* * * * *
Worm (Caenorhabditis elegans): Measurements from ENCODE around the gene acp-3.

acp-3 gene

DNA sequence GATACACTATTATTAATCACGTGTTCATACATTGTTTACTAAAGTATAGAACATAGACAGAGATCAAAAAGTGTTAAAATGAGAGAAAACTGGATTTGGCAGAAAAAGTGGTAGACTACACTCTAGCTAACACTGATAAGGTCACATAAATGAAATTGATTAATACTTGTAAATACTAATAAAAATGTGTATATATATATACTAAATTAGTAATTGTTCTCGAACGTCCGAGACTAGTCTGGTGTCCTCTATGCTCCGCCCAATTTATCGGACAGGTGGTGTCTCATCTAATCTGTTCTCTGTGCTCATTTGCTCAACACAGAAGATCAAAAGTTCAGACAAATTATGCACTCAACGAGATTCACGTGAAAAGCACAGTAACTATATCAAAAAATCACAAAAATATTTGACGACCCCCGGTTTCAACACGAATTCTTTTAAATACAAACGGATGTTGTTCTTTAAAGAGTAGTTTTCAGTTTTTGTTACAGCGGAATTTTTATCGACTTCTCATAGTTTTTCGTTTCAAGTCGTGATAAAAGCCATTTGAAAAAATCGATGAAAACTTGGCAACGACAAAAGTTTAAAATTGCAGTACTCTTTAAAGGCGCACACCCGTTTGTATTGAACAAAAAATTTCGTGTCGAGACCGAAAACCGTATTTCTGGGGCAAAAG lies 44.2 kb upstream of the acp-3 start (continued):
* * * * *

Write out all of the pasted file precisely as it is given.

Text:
Worm (Caenorhabditis elegans): Measurements from ENCODE around the gene acp-3.

acp-3 gene

DNA sequence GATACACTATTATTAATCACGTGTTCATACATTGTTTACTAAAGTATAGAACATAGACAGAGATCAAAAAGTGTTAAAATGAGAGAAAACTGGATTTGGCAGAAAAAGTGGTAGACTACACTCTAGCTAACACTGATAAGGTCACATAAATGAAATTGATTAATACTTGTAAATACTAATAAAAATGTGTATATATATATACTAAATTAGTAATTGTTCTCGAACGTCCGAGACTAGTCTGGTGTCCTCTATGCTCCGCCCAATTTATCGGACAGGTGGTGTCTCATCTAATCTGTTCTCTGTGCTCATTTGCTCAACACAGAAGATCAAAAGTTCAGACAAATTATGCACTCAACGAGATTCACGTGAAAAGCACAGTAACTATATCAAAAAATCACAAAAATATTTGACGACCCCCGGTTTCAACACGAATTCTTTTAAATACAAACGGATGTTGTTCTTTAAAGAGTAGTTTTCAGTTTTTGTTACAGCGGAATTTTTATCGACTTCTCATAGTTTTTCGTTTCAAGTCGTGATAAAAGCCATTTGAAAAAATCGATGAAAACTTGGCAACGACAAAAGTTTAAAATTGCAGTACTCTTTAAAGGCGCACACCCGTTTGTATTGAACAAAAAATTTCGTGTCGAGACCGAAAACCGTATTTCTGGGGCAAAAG lies 44.2 kb upstream of the acp-3 start (continued):